Mirror, mirror on the wall...

Discussion in 'Horological Misc' started by rmarkowitz1_cee4a1, May 19, 2019.

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  1. rmarkowitz1_cee4a1

    rmarkowitz1_cee4a1 Registered User
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    Nov 26, 2009
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    ...who was the greatest 20th century reverse painted tablet painter of them all?

    The object that is the subject of this posting is NOT a clock BUT is related to clocks.

    At my fave outdoor Sunday AM flea market, I found this today before it started raining:

    Steele mirror 3.jpg

    It's a small gilt "tabernacle mirror". This was a style of mirror that first became popular during the Federal Period (roughly late 18th into the first 10-20 years, or so, of the 19th). This style of mirror actually remained popular and continued to be made through the 19th Century and even to today.

    I believe the entire mirror to be an early 20th century "repop". Has had some radiator paint applied to chips. Honestly, not the type of mirror I look twice out. But the reverse painted tablet was kinda nice:

    Steele mirror 2.jpg

    Nice period look but NOT period. On relatively modern glass. However, I noticed something that sealed the deal. The reverse painting was signed:

    Steele mirror 1.jpg

    Please enlarge the thumbnail to see.

    Clearly signed "D.J. Steele". Well whoop-dee-do.

    Well, I got really excited.

    See this Bulletin article by Mr. Dervan:

    https://docs.nawcc.org/Bulletins/2010/articles/2011/392/392_306.pdf

    Daniel J. Steele was, according to Mr. Dervan, "one of the most talented twentieth-century ornamental glass painters. His legacy includes detailed and long-lasting reverse-painted glasses on Waltham Clock Co. and Walter H. Durfee banjo clocks. He appears to be the only artist who was permitted to visibly sign his tablet glasses (“D. J. Steele”)".

    He lived a rather short life, from 1888 to 1927. He immigrated from Nova Scotia and was active in the Boston area (based upon directory listings) from 1903-1926. Where he learned his trade is not know, though it is speculated that he may have worked for W.W. Spraque & Co., a Boston area firm that also provided reproduction reverse painted glasses.

    Please see Mr. Dervan's article for more details and some beautiful examples of his work embellishing reproduction banjo's and girandoles.

    Also, a look at the Delaney clock website where one can see clocks with examples of his work. Sorry, not permitted to link to a site with clocks for sale.

    So, it appears that he also did tablets for reproduction mirrors in a "revival" style where the originals would have been contemporaneous with the style of the originals of the clocks being reproduced! Not a coincidence I think? I wonder if whomever made the cases for the clocks also produced mirrors and other "revival" furnishings, like mirrors, with Mr. Steele providing any reverse paintings? As discussed elsewhere on the MB, clock makers/assemblers often offered a range of frames, case and other furniture forms. In the early 20th Century, would not seem unusual to do so?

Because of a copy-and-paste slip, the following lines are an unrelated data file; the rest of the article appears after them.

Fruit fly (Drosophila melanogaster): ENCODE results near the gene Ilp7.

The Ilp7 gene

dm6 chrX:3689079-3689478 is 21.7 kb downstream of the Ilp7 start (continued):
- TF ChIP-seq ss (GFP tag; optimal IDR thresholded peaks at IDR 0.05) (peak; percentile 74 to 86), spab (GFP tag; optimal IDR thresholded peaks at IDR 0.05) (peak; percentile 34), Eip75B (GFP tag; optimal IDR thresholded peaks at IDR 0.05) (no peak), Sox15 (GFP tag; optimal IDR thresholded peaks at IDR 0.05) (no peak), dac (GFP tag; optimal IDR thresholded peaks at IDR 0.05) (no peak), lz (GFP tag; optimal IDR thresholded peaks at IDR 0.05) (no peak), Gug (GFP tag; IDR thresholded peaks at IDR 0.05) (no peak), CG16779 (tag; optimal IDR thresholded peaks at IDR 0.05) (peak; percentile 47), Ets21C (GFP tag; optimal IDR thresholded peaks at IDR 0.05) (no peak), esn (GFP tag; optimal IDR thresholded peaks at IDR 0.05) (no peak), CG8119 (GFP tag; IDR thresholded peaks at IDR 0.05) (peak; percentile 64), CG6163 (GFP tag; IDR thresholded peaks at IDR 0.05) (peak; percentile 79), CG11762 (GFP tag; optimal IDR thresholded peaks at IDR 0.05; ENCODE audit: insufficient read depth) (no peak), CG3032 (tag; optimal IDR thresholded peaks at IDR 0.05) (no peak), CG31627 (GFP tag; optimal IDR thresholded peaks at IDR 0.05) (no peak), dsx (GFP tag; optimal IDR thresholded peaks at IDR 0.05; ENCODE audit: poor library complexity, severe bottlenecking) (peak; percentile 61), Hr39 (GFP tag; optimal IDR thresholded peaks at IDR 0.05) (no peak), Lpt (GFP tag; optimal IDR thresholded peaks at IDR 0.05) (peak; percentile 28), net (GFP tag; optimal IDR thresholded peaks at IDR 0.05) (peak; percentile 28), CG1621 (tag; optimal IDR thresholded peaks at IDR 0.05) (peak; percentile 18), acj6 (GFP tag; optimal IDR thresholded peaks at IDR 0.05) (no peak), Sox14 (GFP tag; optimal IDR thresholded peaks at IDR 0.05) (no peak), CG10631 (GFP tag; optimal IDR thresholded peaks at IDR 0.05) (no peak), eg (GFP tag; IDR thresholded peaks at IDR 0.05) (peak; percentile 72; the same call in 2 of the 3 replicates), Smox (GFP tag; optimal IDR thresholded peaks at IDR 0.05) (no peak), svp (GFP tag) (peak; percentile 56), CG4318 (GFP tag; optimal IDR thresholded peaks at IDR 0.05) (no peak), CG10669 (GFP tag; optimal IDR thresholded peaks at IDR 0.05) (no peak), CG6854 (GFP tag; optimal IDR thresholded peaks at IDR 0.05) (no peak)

As this entire posting is somewhat superfluous, why not make it more so. Since we're talking about Federal Period stuff, why not an object that was actually made during that period?

    George Hepplewhite was one of the "Big 3" English furniture makers. He published an influential book of his furniture designs (however, no pieces of furniture can actually be traced to his hand or shop). At its best, his designs were light, elegant and often demonstrated a Neoclassical influence. One feature was a slender straight tapering leg. His designs influenced both "city" and "country" makers. Well, here's an American "country" one draw stand from birch with white pine secondary:

    hepplewhite stand 3.jpg hepplewhite stand 1.jpg

    Light, delicate, well proportioned. Great overhang of the original 1 board top. The only embellishment is a simple scratch beading on the drawer front and the original brass pull. Otherwise, beautifully carried by the design and execution alone. Needs nothing else which would have distracted from it. Oh yes, original finish which I believe is as the maker would have wanted it and enhances the beauty of the wood. Skinning this piece would be a crime.

    RM
     
  2. senhalls

    senhalls Registered User

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    Thank you.......I love this stuff.
     
  3. rmarkowitz1_cee4a1

    rmarkowitz1_cee4a1 Registered User
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    Thanks!

    RM
     
  4. rmarkowitz1_cee4a1

    rmarkowitz1_cee4a1 Registered User
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    I just reread...top has great OVERHANG not OVERHAND.

    Dammed spell checker.

    RM
     

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